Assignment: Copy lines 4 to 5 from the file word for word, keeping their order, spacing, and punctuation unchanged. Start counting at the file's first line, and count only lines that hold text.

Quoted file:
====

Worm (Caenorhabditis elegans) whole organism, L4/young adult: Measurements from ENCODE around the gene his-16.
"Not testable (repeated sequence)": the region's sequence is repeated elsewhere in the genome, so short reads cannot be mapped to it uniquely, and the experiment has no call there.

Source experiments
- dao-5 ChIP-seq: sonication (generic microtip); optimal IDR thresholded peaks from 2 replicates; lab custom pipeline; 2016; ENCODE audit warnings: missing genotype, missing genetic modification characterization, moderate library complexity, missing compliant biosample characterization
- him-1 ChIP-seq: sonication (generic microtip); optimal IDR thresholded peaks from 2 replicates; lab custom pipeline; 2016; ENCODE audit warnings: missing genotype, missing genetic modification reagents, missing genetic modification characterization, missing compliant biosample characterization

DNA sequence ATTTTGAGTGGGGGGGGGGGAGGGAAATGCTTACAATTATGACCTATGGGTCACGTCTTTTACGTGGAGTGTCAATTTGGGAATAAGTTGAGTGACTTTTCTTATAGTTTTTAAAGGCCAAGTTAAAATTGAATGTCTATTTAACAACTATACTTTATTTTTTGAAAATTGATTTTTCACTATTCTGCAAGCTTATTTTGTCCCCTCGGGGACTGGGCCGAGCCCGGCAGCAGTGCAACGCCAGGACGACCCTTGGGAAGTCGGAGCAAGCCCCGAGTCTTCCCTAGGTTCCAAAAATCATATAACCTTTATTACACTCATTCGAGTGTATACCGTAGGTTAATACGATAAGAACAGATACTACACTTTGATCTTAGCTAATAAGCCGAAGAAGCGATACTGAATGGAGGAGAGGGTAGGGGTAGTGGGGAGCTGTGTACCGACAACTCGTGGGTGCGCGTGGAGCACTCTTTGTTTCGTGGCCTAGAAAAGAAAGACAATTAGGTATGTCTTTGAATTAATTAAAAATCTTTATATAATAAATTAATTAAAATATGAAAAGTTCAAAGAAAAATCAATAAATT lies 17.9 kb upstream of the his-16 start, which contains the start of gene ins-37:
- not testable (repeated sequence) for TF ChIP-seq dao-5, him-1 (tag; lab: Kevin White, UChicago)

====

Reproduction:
- dao-5 ChIP-seq: sonication (generic microtip); optimal IDR thresholded peaks from 2 replicates; lab custom pipeline; 2016; ENCODE audit warnings: missing genotype, missing genetic modification characterization, moderate library complexity, missing compliant biosample characterization
- him-1 ChIP-seq: sonication (generic microtip); optimal IDR thresholded peaks from 2 replicates; lab custom pipeline; 2016; ENCODE audit warnings: missing genotype, missing genetic modification reagents, missing genetic modification characterization, missing compliant biosample characterization